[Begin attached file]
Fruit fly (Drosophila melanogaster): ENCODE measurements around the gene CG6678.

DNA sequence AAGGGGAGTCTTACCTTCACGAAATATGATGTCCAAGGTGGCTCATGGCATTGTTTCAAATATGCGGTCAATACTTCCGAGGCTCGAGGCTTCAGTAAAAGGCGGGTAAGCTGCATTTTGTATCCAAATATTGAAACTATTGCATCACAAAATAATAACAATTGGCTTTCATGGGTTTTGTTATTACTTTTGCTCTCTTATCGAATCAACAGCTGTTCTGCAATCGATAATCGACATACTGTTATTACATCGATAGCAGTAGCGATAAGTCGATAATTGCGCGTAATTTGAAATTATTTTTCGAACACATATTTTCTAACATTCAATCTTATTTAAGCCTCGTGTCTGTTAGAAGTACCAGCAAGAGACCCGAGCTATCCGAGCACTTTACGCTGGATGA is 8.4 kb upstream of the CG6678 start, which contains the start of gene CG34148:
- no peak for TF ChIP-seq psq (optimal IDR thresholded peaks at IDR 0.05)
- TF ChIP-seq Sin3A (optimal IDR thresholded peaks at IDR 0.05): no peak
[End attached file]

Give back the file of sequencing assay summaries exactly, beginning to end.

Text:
Fruit fly (Drosophila melanogaster): ENCODE measurements around the gene CG6678.

DNA sequence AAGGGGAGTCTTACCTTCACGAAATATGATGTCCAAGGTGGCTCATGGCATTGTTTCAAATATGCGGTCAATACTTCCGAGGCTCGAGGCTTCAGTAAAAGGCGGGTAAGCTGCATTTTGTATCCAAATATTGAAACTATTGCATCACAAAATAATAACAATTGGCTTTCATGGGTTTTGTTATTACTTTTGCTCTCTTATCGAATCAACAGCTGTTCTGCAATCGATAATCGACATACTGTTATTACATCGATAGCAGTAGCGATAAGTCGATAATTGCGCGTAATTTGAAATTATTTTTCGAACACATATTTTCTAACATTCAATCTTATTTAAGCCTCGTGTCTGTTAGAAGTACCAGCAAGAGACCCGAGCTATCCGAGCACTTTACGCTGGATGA is 8.4 kb upstream of the CG6678 start, which contains the start of gene CG34148:
- no peak for TF ChIP-seq psq (optimal IDR thresholded peaks at IDR 0.05)
- TF ChIP-seq Sin3A (optimal IDR thresholded peaks at IDR 0.05): no peak